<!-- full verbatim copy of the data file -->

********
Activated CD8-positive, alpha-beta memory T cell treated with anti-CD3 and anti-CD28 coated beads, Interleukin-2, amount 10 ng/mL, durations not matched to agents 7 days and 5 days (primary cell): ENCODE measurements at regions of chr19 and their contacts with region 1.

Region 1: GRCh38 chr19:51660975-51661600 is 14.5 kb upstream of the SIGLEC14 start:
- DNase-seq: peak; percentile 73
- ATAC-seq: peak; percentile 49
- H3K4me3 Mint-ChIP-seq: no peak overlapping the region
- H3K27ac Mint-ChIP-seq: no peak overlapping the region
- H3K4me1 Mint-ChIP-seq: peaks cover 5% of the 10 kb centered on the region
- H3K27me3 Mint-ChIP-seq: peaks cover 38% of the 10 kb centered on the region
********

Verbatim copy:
Activated CD8-positive, alpha-beta memory T cell treated with anti-CD3 and anti-CD28 coated beads, Interleukin-2, amount 10 ng/mL, durations not matched to agents 7 days and 5 days (primary cell): ENCODE measurements at regions of chr19 and their contacts with region 1.

Region 1: GRCh38 chr19:51660975-51661600 is 14.5 kb upstream of the SIGLEC14 start:
- DNase-seq: peak; percentile 73
- ATAC-seq: peak; percentile 49
- H3K4me3 Mint-ChIP-seq: no peak overlapping the region
- H3K27ac Mint-ChIP-seq: no peak overlapping the region
- H3K4me1 Mint-ChIP-seq: peaks cover 5% of the 10 kb centered on the region
- H3K27me3 Mint-ChIP-seq: peaks cover 38% of the 10 kb centered on the region